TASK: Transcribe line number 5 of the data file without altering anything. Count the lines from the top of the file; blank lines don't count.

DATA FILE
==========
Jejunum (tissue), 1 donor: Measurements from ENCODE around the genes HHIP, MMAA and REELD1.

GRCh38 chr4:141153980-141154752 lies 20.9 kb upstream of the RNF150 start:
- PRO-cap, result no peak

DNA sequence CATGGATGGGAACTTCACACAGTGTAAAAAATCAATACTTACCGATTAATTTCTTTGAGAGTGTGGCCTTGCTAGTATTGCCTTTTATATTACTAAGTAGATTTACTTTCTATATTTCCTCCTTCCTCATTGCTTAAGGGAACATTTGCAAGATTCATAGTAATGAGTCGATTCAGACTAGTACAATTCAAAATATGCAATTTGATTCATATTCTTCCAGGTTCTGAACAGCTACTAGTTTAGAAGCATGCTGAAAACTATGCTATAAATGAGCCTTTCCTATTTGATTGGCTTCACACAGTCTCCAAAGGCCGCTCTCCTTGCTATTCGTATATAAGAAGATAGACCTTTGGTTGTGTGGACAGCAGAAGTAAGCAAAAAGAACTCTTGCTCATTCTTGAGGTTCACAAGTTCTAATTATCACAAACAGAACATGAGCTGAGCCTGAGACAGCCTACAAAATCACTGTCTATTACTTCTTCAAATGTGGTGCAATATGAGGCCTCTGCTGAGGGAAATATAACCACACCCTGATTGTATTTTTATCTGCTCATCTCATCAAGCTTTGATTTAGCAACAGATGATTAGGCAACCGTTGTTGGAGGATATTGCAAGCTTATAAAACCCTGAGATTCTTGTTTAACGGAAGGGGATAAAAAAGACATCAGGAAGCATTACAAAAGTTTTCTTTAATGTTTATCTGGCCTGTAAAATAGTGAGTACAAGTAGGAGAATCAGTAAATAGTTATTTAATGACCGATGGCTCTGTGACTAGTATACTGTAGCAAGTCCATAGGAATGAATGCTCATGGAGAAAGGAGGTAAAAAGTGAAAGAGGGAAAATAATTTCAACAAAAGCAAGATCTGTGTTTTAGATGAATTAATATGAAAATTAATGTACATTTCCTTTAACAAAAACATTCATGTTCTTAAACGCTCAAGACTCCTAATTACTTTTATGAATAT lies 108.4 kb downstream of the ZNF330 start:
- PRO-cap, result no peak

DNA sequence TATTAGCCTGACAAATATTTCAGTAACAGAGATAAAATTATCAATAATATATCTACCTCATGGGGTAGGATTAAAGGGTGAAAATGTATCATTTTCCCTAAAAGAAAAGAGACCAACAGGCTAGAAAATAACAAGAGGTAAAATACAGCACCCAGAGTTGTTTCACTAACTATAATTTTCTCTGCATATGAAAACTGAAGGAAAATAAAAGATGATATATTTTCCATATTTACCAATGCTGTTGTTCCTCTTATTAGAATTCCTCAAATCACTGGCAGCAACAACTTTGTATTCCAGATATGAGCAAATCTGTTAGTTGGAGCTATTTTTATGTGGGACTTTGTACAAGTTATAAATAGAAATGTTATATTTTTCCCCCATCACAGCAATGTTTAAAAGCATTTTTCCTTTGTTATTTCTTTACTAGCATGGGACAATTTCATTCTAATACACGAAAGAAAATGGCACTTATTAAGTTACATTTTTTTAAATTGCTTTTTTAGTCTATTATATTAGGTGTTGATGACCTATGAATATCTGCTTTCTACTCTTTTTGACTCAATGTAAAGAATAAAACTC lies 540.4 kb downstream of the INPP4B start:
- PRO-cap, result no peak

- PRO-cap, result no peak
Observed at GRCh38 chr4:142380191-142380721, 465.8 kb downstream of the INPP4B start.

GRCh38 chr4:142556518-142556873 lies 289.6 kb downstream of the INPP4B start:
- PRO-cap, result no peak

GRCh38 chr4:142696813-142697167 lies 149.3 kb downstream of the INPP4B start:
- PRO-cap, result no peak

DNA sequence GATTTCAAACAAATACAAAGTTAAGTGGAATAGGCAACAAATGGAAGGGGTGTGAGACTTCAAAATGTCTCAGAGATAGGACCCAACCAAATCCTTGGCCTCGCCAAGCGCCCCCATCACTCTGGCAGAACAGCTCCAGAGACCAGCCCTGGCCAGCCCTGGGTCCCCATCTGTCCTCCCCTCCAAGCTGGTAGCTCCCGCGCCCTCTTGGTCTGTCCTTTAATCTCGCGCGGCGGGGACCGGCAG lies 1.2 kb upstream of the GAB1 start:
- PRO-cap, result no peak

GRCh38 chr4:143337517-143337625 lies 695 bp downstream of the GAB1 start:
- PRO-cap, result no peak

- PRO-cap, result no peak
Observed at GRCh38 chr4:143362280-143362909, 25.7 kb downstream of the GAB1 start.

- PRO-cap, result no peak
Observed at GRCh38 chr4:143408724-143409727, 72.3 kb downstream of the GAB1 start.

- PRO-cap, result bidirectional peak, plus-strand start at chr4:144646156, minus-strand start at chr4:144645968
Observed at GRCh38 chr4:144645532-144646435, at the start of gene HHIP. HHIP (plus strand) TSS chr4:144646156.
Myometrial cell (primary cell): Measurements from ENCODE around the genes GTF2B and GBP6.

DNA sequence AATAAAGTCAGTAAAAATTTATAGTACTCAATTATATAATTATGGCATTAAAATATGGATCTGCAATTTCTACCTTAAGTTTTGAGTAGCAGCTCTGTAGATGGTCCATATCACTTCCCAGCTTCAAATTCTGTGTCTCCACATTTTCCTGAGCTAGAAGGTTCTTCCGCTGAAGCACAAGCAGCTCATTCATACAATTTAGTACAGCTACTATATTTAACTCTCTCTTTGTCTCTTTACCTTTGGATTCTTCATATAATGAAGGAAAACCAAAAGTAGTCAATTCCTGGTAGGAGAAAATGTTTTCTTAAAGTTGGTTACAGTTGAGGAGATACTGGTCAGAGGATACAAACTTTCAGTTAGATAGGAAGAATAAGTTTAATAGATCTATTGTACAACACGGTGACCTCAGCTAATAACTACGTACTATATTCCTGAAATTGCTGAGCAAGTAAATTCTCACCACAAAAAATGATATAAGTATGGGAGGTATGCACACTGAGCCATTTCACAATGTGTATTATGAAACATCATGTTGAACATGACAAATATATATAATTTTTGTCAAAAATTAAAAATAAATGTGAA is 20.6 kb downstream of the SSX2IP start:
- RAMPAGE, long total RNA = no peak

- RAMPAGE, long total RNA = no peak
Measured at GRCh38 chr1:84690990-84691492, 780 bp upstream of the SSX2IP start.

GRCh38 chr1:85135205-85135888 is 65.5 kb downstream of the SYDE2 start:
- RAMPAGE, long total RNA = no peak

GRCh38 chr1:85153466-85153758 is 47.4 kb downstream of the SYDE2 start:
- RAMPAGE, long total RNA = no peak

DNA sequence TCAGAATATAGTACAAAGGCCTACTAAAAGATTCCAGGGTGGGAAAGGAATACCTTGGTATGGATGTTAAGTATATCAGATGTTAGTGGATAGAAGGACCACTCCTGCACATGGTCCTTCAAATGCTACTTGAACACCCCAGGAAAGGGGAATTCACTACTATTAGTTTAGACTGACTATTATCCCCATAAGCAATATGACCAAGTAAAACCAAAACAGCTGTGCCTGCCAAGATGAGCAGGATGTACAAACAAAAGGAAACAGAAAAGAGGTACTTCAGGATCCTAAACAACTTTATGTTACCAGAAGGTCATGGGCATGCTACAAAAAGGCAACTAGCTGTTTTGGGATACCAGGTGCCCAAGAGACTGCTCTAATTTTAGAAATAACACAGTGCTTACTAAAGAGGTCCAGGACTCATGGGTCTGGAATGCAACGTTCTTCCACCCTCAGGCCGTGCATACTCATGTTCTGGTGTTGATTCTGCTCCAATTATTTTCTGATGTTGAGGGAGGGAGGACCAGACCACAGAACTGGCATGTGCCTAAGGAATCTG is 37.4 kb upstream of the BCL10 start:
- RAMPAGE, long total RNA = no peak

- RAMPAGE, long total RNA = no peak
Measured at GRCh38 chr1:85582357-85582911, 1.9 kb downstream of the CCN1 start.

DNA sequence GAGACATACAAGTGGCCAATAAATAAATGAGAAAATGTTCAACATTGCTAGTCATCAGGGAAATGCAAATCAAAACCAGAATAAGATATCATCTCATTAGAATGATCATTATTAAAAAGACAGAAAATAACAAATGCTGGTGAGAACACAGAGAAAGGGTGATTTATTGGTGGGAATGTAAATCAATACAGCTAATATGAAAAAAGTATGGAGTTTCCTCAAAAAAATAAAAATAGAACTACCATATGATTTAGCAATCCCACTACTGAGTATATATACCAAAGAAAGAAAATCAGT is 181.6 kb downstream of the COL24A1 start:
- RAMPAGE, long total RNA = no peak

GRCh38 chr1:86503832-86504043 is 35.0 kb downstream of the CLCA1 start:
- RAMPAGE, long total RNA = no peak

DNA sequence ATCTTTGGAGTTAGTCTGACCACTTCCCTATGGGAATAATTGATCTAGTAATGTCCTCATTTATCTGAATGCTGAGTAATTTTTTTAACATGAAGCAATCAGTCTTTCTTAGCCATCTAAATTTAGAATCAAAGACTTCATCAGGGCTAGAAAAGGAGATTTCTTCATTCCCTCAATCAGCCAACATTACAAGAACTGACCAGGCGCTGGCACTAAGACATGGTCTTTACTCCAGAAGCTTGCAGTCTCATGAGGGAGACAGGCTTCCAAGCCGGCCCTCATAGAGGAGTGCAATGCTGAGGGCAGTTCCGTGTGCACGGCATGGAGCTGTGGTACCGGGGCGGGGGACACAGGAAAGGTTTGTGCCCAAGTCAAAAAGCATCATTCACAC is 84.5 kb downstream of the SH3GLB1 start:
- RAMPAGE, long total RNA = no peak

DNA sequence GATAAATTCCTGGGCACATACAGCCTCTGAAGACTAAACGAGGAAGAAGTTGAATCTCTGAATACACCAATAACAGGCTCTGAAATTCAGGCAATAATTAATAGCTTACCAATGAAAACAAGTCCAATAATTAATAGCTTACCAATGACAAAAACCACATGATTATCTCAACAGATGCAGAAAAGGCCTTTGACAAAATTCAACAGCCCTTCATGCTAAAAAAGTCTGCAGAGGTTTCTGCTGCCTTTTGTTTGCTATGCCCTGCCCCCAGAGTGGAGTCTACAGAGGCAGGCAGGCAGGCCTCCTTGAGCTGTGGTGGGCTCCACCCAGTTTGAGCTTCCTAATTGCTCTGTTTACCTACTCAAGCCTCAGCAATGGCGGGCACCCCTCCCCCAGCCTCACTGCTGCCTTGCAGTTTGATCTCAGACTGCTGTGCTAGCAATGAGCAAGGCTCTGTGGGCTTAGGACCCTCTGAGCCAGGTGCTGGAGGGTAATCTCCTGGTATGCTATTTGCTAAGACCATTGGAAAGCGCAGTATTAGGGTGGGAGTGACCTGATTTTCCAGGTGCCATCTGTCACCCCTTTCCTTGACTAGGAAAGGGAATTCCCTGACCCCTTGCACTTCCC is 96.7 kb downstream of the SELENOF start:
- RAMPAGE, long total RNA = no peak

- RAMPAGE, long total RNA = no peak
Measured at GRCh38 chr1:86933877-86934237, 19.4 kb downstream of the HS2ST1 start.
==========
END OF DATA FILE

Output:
- PRO-cap, result no peak